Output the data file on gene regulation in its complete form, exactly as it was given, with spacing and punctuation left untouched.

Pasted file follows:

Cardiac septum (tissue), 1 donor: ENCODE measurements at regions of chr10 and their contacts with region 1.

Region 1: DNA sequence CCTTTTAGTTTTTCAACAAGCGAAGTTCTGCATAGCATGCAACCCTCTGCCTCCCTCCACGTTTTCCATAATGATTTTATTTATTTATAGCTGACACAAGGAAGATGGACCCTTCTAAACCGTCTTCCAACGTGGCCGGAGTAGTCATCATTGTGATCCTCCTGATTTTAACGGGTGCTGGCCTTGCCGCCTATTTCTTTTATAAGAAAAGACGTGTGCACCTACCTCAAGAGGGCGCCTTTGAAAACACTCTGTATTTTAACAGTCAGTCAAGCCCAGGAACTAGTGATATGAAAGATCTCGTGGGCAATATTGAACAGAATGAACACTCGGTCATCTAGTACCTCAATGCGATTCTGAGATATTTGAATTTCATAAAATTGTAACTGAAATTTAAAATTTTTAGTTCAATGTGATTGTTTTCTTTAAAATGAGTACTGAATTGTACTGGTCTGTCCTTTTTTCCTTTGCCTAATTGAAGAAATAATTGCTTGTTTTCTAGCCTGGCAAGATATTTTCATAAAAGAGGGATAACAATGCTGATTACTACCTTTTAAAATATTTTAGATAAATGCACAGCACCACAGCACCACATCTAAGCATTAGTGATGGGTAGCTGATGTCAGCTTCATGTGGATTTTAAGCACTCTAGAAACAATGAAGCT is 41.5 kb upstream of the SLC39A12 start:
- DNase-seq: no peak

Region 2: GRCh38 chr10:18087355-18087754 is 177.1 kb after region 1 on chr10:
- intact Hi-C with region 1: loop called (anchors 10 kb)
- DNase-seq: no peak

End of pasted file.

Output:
Cardiac septum (tissue), 1 donor: ENCODE measurements at regions of chr10 and their contacts with region 1.

Region 1: DNA sequence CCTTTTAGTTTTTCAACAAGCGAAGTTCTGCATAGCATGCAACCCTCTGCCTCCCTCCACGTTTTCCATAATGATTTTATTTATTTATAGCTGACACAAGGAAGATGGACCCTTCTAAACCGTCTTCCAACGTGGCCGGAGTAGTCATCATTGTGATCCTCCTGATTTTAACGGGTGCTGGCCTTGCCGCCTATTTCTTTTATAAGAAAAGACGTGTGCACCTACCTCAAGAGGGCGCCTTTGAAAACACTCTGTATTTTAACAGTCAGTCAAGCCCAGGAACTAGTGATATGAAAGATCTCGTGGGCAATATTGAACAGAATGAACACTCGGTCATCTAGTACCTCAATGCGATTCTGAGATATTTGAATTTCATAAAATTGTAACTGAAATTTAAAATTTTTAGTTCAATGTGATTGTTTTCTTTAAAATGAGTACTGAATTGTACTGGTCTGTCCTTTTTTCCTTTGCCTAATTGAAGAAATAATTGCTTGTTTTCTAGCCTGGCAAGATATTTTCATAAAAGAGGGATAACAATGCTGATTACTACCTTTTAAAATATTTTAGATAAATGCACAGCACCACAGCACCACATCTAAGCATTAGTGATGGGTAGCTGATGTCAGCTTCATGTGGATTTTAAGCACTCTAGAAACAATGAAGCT is 41.5 kb upstream of the SLC39A12 start:
- DNase-seq: no peak

Region 2: GRCh38 chr10:18087355-18087754 is 177.1 kb after region 1 on chr10:
- intact Hi-C with region 1: loop called (anchors 10 kb)
- DNase-seq: no peak